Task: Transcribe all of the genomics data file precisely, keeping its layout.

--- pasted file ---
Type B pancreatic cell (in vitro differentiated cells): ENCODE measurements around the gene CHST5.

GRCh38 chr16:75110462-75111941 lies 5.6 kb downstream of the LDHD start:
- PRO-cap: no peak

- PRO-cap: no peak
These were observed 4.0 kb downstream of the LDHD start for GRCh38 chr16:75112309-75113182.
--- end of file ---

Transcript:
Type B pancreatic cell (in vitro differentiated cells): ENCODE measurements around the gene CHST5.

GRCh38 chr16:75110462-75111941 lies 5.6 kb downstream of the LDHD start:
- PRO-cap: no peak

- PRO-cap: no peak
These were observed 4.0 kb downstream of the LDHD start for GRCh38 chr16:75112309-75113182.